The year was 1973. “The Godfather” was about to win the Oscar for best picture, and change was afoot in North Carolina.

Jim Holshouser had just been inaugurated as the state’s first Republican governor since reconstruction. But Democrats still dominated the General Assembly, as they had for decades.

Legislative leaders discussed a sweeping set of bills that would strip the power from the governor, making the role little more than a figurehead.

Who talked them out of it? Jim Hunt, the newly elected 30-something lieutenant governor who had eyes on the governor’s mansion himself. In his reckoning, revenge was a dish best served cold — in the ballot box.

Jim Hunt reading to students as part of a summer reading program while campaigning for governor in 1976. Photo by NC Department of Natural and Cultural Resources

Certain that they’d be back in power in four years, Democrats in the General Assembly settled for dramatically strengthening the lieutenant governor position — making it a full-time role on the Council of State, increasing its salary more than sixfold, delegating it several key appointments and seating Hunt ex-officio on numerous boards1.

Legislative leaders also stashed bills deep in committee that would give the governor a veto and the ability to run for a second term.

And sure enough, Hunt became governor in the election of 1976, quickly ousting scores of Republican politicos and consolidating the power of the office. He’d ultimately serve four terms in the Executive Mansion — and now in his 80s, Hunt still remains a potent figure in North Carolina politics.

40 years later, what’s different?

In 2016, Republican leaders of the General Assembly started filing bills to strip incoming Gov. Roy Cooper of appointment power and other influence as soon as it became clear he’d take office. It hasn’t stopped, and several constitutional amendments are on the ballot this fall to further weaken the governor.

Sure, the roles are reversed. A Democrat won the governor’s mansion, and Republicans control the General Assembly.

But partisan affiliation is not driving the differing response. It’s the bench of talent.

The General Assembly is far from certain that they’ll be able to win back the governor’s mansion in 2020. There aren’t any politicians in the state House or Senate who are considered serious contenders.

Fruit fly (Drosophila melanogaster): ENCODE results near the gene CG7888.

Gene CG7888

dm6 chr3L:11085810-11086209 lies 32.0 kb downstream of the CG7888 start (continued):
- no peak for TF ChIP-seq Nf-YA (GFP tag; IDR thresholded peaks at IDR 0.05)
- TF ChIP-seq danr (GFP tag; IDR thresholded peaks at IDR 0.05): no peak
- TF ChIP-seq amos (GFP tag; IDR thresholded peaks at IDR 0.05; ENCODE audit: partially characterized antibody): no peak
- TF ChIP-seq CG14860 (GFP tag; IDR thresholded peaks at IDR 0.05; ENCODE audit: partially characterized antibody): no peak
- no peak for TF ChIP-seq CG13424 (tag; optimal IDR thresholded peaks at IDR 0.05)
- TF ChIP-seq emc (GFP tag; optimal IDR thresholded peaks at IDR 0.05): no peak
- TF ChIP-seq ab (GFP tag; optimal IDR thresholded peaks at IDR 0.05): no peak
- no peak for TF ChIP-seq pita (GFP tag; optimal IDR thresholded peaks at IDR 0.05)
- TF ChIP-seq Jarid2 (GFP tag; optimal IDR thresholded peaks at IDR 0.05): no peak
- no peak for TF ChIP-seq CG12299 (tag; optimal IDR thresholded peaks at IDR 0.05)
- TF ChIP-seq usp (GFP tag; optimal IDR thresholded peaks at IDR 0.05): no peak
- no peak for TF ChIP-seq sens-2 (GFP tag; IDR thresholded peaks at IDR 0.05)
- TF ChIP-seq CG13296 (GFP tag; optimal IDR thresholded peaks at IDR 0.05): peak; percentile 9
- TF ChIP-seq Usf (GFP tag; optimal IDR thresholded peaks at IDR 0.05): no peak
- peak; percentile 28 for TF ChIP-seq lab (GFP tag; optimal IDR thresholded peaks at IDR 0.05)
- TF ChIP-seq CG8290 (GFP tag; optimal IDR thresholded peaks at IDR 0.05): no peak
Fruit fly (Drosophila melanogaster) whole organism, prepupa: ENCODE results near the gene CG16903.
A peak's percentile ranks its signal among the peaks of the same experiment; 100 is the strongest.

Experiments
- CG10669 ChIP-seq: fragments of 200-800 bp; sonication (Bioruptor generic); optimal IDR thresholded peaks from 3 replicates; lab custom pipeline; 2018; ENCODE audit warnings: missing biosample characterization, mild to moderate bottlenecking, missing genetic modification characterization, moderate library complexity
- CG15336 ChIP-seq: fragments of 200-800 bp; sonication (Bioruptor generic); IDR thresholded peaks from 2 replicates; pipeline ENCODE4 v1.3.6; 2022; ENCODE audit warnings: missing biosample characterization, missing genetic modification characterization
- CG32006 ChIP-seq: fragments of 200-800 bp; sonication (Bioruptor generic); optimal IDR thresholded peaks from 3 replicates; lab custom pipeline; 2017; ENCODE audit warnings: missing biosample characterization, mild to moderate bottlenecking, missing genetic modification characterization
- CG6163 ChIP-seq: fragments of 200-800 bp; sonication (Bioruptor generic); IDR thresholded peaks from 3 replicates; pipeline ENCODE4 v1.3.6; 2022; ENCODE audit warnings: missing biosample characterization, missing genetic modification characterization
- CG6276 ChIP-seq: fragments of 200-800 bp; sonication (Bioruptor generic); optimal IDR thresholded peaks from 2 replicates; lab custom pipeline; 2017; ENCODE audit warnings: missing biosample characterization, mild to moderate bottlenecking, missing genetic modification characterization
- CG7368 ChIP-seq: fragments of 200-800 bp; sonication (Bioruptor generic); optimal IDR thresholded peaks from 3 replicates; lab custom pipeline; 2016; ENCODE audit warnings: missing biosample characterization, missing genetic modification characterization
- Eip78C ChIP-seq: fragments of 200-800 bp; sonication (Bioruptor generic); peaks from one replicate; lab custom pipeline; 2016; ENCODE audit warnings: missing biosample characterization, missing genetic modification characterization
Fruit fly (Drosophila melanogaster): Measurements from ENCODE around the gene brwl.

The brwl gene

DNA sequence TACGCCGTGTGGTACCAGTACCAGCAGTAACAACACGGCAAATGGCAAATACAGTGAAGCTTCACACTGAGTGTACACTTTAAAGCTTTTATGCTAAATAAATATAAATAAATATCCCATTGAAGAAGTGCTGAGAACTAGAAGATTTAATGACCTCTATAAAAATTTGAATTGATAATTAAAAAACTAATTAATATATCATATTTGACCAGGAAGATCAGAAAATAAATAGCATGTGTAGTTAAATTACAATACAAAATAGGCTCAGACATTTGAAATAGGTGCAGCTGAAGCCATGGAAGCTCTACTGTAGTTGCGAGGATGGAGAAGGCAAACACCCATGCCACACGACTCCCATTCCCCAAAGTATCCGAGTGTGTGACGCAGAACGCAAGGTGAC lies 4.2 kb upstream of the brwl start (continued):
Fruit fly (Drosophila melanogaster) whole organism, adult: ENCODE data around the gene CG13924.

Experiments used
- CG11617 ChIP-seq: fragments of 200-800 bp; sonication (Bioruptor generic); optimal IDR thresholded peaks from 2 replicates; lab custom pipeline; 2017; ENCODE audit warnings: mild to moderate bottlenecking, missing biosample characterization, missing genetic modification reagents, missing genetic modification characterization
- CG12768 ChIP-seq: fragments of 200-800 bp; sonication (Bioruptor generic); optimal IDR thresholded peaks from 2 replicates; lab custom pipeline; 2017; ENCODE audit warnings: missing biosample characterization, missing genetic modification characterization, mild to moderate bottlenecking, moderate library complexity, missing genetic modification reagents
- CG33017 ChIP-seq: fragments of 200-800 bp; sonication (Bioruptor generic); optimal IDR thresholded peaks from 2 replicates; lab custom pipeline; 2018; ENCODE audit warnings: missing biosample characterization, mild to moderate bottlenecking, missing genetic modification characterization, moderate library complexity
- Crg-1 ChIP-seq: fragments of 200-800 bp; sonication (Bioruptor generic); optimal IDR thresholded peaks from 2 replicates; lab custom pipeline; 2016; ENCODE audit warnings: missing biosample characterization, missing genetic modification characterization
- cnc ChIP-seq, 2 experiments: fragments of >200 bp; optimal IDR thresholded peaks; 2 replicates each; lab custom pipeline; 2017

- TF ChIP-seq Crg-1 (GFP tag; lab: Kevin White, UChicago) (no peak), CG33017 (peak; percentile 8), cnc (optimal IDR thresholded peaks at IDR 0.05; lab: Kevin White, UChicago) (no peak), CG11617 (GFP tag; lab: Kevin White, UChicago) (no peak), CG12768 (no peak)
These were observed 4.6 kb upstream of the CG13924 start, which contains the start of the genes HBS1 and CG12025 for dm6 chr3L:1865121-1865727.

Second-term Lt. Gov. Dan Forest, a Republican considered the front-runner for the nomination, has been painfully silent on the issue. He certainly doesn’t consider himself a shoe-in, as Hunt did.

Dan Forest. Photo via Lt. Gov. Dan Forest on Facebook.

Forest is a favorite of social conservatives but could prove polarizing in a general election in an urbanizing state.

Meanwhile, Gov. Cooper has sky-high approval ratings, and Democrats have several contenders for higher office to fill in behind him.

Attorney General Josh Stein, Sen. Jeff Jackson, Sen. Dan Blue — and perhaps people like former Transportation Secretary Anthony Foxx — all could have designs on the governor’s mansion.

The General Assembly’s moves are a sign of insecurity, not strength.

North Carolina’s constitution gives the General Assembly — the people’s branch of government — the most power of the three. Both parties have used that power to change the rules of executive office to suit their advantage.

Yes, the Republican-led legislature is flexing its muscles right now. But that’s not the correct way to read the situation.

Democrats might be publicly whining about a “power grab,” but they have to be feeling pretty good about their party’s prospects.

Republicans today are not more conniving or power-hungry than their predecessors. The political realities are simply different.

Cover image by the state of North Carolina

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